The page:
Tuesday, January 16, 2020

Knowing What is (Really) Good for You

The connection between how we feel about life today and how well life is working for us is complex. Many feelings are transient. What we assume to be good and desirable may turn out not to be so in time. Our lives have many facets and events can be positive from one perspective, yet negative from another.
Most of us like to believe that we make positive life choices: that we take aim at some desired goal and do whatever we can to reach it, making decisions about what we want and what, we believe, will make us happy.

I wonder is this is true?

I seems to me that a great many choices, especially in the world of work, are more about what we want to avoid. We don’t so much set out to achieve happiness or satisfaction as to avoid feeling bad or frustrated. The trouble is that our beliefs and forecasts about what will make us happy—or help us avoid being unhappy—tend to be seriously wide of the mark.

Why should that be? Surely each of us ought to be the greatest expert on our own needs and sources of happiness?

Maybe not. There are quite a few reasons why people tend to make serious errors in choosing what will work best for them.
  1. Short-termism. It’s easy to be carried away by something and ignore the question of whether that enthusiasm will last. You buy the latest gizmo and the world seems a marvelous place. A few weeks later, it’s lying untouched and unregarded. Businesses do this too, chasing after the latest fad to build business, only to drop it in a few weeks or months. I wonder how much time and money is wasted this way?

  2. Instant gratification. Few of us like to wait to get what we want. Sometimes, however, that waiting time is useful in letting us have second thoughts. It’s no coincidence that marketers and advertisers urge you to buy instantly. The longer you must wait, the more likely you are to realize you don’t really want the item. Delay generally sharpens true needs and wishes, and blunts those that are not much more than whims.

  3. Exaggeration. It’s a human tendency to dramatize whatever concerns us. We focus on the differences between options (which may be minor) and ignore the greater similarities. Job A, we believe, will give us our dreams, so we ignore its drawbacks. Job B seems dull in comparison, so we ignore its benefits. In reality, we may be equally happy and successful in either one. So if Jobs A and B have similar potential for happiness, we’ll probably find in time that Job A’s pluses don’t really compensate us for the drawbacks we saw at the start.

  4. Aversion to loss. Once we have something, we are loathe to give it up, even if that might be the better option. The high-paying job is ruining our health, but we persist in hoping that we can somehow avoid the pain and keep the cash. The actual amount of loss may be virtually negligable in the wider context, but it seems huge because that is all we focus on.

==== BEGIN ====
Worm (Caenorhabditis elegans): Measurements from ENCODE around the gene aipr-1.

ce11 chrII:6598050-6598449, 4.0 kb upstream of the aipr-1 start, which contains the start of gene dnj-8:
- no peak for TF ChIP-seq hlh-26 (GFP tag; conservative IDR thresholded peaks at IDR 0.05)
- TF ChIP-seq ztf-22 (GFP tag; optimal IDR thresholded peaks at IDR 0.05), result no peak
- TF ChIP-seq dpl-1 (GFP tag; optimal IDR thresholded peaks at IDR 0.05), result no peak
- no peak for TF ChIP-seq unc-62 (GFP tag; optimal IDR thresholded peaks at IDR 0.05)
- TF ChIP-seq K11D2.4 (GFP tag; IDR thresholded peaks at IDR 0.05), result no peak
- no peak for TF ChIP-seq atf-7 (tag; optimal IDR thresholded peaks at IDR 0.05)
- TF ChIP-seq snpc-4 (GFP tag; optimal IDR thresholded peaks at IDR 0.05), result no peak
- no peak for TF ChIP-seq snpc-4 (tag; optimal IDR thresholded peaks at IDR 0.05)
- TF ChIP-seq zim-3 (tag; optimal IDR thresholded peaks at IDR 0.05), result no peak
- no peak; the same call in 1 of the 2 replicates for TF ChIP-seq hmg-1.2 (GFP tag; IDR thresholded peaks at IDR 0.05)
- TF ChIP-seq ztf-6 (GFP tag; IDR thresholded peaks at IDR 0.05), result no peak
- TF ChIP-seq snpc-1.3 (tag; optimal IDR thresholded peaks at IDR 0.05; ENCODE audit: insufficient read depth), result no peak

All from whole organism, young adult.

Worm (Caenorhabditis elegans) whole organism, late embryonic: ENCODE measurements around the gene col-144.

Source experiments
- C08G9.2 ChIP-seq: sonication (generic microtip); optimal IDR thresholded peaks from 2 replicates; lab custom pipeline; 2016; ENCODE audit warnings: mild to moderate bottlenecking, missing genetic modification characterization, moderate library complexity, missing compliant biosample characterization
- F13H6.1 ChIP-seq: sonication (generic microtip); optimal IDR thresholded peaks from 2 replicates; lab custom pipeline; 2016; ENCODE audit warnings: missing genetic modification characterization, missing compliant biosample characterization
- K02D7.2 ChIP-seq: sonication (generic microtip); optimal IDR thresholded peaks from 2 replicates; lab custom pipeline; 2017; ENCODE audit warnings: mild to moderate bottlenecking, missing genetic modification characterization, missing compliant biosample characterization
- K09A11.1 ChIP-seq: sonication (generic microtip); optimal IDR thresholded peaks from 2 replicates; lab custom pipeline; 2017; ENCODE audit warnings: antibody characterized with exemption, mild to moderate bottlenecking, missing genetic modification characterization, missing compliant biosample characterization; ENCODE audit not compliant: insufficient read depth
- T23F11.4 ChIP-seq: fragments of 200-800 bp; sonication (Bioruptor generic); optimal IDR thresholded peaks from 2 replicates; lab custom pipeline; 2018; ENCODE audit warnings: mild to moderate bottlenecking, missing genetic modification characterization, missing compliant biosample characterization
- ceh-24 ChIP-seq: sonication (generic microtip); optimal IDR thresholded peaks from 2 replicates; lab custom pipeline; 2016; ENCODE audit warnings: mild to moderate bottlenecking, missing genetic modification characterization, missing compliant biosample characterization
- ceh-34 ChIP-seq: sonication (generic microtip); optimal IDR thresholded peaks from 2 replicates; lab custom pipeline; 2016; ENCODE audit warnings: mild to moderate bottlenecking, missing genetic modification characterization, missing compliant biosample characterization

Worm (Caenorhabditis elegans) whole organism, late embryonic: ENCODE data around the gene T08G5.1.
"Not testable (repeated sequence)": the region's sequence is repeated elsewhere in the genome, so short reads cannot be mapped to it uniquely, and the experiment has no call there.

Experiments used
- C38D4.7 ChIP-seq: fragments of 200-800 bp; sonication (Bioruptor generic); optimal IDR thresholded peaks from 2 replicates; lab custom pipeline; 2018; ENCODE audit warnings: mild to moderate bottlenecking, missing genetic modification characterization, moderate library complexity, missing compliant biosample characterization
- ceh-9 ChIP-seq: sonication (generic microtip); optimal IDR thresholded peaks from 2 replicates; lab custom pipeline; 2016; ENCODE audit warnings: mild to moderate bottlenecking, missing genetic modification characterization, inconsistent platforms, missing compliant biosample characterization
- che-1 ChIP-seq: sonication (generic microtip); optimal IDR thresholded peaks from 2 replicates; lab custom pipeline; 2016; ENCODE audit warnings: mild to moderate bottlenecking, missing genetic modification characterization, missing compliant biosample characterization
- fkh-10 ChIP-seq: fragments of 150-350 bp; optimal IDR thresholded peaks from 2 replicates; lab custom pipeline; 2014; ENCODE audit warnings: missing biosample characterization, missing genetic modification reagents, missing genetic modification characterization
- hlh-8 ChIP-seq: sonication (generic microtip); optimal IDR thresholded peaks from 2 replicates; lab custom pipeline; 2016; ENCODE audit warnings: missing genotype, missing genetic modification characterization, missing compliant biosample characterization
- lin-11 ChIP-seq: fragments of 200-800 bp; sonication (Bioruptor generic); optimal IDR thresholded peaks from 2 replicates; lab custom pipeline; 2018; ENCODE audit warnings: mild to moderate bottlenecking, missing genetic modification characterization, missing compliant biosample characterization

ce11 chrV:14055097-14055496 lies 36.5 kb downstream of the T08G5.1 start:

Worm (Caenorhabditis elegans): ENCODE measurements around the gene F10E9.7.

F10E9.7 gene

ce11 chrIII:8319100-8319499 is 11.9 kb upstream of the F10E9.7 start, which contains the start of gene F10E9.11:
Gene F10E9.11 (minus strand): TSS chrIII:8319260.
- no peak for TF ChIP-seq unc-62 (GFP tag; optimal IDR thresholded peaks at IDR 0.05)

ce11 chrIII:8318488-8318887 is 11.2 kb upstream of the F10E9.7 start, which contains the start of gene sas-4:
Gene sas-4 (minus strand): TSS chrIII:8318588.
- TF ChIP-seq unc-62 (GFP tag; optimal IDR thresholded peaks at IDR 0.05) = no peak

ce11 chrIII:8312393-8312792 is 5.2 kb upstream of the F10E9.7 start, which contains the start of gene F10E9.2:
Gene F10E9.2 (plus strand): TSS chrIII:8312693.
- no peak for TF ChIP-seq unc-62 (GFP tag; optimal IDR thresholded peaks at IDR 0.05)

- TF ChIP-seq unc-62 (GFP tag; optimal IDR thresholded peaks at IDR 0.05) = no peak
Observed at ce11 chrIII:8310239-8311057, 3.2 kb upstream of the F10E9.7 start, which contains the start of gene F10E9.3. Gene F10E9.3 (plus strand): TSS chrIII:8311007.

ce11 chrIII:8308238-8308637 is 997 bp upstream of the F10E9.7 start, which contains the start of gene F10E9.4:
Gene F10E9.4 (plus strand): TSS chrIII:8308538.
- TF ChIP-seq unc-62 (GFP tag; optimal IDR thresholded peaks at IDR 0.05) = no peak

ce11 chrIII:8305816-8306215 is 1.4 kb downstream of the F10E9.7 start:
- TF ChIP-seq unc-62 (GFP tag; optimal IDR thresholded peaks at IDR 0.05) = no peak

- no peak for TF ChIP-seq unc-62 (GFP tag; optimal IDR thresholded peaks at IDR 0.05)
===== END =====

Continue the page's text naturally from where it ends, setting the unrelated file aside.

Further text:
5. Myths about probabilities. Gamblers sometimes persist in a losing streak in the incorrect belief that, next time, they must win by “the law of averages.” It’s nonsense. Each wager has the same odds of winning or losing as the last, regardless of whether you previously won 10 times or lost 10 times in a row. Things only “average out” over thousands or millions of examples—by which time all your cash has gone.

  6. Foolish pride. Many, many people cling to bad decisions because they can’t bear to lose face by backing down. You are not your decision. Being wrong does not make you a bad person. Sticking to a wrong choice is going to hurt far more in the end.
One of the prevailing assumptions of modern life is that people know what’s good for them. There’s not much evidence that this is true. It’s usually justified by pointing to a supposed alternative: that the state or some tyrant takes over and runs our lives. That’s not an acceptable prospect. Why should he or she or they know better? If you think a little, you’ll quickly see that this isn’t an either/or situation. The only alternative to poorly-used freedom to choose isn’t tyranny. There are many alternatives—and one of those is to learn how to choose better.

Instead of rushing into decisions, or following the herd, or handing your choices over to someone else to make for you, what about learning how to use your freedom to better effect? Maybe slow down, think carefully, let any immediate emotions subside. Leave space for second and third thoughts. Food that tastes best isn’t always best for you. Immediate, intense desires aren’t somehow less prone to error than slower, less powerful ones.